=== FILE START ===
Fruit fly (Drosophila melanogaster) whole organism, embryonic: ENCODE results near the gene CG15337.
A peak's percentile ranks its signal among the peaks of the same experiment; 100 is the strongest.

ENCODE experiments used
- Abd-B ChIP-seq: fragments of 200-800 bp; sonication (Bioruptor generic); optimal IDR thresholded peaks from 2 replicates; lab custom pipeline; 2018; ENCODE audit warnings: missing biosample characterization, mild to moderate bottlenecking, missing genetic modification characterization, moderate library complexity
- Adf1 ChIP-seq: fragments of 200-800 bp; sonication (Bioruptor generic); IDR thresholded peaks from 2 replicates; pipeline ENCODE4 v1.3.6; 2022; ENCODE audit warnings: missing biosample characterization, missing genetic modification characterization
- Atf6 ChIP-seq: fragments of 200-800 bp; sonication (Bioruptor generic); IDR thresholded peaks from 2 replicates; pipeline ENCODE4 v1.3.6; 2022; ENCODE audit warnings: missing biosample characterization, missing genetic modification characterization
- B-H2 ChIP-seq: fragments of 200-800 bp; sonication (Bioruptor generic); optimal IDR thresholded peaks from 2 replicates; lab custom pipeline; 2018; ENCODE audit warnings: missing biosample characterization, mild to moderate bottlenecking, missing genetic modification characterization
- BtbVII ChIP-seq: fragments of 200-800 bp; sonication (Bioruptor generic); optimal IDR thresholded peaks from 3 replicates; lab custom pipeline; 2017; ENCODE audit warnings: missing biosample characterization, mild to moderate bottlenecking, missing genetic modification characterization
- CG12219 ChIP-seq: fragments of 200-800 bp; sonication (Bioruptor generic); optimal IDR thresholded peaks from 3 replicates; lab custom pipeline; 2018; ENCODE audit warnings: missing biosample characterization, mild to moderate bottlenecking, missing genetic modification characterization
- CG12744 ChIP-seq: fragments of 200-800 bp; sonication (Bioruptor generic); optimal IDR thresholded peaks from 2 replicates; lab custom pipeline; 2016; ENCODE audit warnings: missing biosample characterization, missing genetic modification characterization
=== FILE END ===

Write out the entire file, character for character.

Fruit fly (Drosophila melanogaster) whole organism, embryonic: ENCODE results near the gene CG15337.
A peak's percentile ranks its signal among the peaks of the same experiment; 100 is the strongest.

ENCODE experiments used
- Abd-B ChIP-seq: fragments of 200-800 bp; sonication (Bioruptor generic); optimal IDR thresholded peaks from 2 replicates; lab custom pipeline; 2018; ENCODE audit warnings: missing biosample characterization, mild to moderate bottlenecking, missing genetic modification characterization, moderate library complexity
- Adf1 ChIP-seq: fragments of 200-800 bp; sonication (Bioruptor generic); IDR thresholded peaks from 2 replicates; pipeline ENCODE4 v1.3.6; 2022; ENCODE audit warnings: missing biosample characterization, missing genetic modification characterization
- Atf6 ChIP-seq: fragments of 200-800 bp; sonication (Bioruptor generic); IDR thresholded peaks from 2 replicates; pipeline ENCODE4 v1.3.6; 2022; ENCODE audit warnings: missing biosample characterization, missing genetic modification characterization
- B-H2 ChIP-seq: fragments of 200-800 bp; sonication (Bioruptor generic); optimal IDR thresholded peaks from 2 replicates; lab custom pipeline; 2018; ENCODE audit warnings: missing biosample characterization, mild to moderate bottlenecking, missing genetic modification characterization
- BtbVII ChIP-seq: fragments of 200-800 bp; sonication (Bioruptor generic); optimal IDR thresholded peaks from 3 replicates; lab custom pipeline; 2017; ENCODE audit warnings: missing biosample characterization, mild to moderate bottlenecking, missing genetic modification characterization
- CG12219 ChIP-seq: fragments of 200-800 bp; sonication (Bioruptor generic); optimal IDR thresholded peaks from 3 replicates; lab custom pipeline; 2018; ENCODE audit warnings: missing biosample characterization, mild to moderate bottlenecking, missing genetic modification characterization
- CG12744 ChIP-seq: fragments of 200-800 bp; sonication (Bioruptor generic); optimal IDR thresholded peaks from 2 replicates; lab custom pipeline; 2016; ENCODE audit warnings: missing biosample characterization, missing genetic modification characterization